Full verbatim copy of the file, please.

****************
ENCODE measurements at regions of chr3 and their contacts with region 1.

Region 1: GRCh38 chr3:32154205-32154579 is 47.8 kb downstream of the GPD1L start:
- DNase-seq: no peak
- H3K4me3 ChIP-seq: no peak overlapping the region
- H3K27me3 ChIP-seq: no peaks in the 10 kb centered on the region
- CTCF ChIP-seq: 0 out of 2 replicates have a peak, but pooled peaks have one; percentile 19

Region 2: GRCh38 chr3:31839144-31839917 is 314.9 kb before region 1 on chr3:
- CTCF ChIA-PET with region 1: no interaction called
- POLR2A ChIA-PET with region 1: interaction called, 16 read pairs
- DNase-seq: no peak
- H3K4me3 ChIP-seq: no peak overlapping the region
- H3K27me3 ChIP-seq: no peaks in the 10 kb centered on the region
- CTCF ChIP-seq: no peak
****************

ENCODE measurements at regions of chr3 and their contacts with region 1.

Region 1: GRCh38 chr3:32154205-32154579 is 47.8 kb downstream of the GPD1L start:
- DNase-seq: no peak
- H3K4me3 ChIP-seq: no peak overlapping the region
- H3K27me3 ChIP-seq: no peaks in the 10 kb centered on the region
- CTCF ChIP-seq: 0 out of 2 replicates have a peak, but pooled peaks have one; percentile 19

Region 2: GRCh38 chr3:31839144-31839917 is 314.9 kb before region 1 on chr3:
- CTCF ChIA-PET with region 1: no interaction called
- POLR2A ChIA-PET with region 1: interaction called, 16 read pairs
- DNase-seq: no peak
- H3K4me3 ChIP-seq: no peak overlapping the region
- H3K27me3 ChIP-seq: no peaks in the 10 kb centered on the region
- CTCF ChIP-seq: no peak